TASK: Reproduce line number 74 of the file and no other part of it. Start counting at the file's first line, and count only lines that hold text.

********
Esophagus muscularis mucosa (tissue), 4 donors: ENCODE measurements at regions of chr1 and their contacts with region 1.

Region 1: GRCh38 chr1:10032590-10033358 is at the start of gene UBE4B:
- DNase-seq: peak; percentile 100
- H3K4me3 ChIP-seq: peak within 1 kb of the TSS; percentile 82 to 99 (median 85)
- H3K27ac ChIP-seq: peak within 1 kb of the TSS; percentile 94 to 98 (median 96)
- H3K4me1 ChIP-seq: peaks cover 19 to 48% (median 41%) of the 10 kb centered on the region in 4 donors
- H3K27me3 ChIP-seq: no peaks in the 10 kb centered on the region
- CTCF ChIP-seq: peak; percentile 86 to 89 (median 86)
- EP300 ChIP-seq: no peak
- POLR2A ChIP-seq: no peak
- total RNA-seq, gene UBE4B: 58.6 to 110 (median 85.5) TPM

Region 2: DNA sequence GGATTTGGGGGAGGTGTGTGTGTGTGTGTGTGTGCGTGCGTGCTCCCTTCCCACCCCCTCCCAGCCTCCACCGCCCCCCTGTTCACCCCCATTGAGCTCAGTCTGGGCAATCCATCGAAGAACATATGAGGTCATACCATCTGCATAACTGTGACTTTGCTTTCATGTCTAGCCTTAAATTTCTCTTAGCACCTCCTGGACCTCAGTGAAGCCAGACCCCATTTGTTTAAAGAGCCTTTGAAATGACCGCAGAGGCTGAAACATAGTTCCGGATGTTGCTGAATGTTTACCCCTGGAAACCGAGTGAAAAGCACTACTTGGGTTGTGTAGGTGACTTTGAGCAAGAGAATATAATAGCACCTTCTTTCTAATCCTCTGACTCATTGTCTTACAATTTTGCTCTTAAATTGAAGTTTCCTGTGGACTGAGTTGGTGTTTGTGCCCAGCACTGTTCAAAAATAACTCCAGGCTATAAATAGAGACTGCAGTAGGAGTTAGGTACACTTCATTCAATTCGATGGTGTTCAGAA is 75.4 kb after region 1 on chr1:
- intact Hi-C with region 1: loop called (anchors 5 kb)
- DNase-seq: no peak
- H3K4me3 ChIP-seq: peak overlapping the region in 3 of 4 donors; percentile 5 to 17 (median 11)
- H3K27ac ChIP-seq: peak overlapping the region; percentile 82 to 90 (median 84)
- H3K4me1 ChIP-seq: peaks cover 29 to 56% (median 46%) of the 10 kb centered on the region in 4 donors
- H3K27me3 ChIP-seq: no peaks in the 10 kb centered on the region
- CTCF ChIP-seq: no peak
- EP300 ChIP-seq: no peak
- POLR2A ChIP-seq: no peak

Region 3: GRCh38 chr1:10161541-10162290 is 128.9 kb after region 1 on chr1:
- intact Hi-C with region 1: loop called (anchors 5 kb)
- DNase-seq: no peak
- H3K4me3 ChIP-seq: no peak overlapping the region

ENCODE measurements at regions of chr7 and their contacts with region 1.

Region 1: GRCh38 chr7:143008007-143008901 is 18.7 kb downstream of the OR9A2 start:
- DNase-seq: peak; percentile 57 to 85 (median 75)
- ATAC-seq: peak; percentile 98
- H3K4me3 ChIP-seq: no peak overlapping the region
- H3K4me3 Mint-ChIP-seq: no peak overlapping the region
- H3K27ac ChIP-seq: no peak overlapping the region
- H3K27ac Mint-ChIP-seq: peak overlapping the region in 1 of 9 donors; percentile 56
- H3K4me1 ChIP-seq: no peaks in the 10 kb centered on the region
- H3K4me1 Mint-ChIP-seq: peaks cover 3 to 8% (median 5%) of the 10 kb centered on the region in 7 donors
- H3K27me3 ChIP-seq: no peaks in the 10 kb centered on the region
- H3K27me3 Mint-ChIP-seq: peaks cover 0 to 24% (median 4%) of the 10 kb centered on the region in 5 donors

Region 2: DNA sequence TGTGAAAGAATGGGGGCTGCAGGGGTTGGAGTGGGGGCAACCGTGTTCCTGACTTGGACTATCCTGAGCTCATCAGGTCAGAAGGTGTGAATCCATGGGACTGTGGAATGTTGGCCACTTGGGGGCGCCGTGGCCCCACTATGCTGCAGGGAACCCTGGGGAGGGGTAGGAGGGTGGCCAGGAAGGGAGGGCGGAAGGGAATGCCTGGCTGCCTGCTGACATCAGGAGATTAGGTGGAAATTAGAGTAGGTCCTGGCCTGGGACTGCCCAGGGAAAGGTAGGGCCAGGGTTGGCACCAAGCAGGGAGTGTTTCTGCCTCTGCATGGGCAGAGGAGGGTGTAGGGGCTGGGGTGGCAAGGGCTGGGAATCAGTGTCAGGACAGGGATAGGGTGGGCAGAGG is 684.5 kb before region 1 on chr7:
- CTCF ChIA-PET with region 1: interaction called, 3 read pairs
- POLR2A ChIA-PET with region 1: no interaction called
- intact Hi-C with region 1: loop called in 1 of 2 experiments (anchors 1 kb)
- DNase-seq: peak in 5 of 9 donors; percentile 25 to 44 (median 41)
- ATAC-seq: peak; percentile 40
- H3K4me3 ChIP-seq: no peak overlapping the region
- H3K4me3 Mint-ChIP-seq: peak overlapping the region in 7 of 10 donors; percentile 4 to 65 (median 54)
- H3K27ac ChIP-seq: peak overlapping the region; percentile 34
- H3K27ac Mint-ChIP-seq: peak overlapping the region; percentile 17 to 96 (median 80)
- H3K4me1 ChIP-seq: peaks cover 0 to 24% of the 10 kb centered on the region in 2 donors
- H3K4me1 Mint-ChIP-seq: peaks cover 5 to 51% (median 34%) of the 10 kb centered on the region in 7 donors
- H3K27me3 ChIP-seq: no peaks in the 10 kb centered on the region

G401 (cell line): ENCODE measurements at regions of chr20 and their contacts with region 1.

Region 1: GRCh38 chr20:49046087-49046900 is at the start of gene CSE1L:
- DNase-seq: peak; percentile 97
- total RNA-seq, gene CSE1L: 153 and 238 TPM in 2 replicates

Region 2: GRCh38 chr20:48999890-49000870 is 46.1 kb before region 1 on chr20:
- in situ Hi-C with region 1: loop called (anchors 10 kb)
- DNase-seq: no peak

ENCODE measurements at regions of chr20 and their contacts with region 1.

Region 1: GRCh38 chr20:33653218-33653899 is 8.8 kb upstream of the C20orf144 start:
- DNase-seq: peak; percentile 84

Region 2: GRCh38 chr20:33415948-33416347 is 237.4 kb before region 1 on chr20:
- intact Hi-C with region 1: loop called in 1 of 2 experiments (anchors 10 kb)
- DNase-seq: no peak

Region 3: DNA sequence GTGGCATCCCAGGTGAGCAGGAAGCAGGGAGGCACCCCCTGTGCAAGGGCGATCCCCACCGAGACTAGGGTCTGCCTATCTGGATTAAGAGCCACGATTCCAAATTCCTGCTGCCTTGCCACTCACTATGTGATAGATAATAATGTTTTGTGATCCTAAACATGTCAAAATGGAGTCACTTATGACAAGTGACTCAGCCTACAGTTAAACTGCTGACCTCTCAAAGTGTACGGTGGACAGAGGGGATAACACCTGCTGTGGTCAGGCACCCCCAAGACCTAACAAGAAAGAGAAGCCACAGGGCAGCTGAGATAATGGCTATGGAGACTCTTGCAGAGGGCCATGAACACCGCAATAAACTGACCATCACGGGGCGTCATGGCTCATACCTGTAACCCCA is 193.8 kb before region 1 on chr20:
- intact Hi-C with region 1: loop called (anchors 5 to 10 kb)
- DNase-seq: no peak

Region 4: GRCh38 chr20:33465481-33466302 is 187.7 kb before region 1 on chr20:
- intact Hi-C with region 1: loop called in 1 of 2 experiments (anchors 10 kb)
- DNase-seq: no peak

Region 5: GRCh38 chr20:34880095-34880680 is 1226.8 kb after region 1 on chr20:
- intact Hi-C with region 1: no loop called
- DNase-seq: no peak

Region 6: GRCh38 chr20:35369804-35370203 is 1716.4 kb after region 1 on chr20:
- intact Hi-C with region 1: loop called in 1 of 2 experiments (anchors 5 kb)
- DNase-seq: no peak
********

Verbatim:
- intact Hi-C with region 1: loop called in 1 of 2 experiments (anchors 5 kb)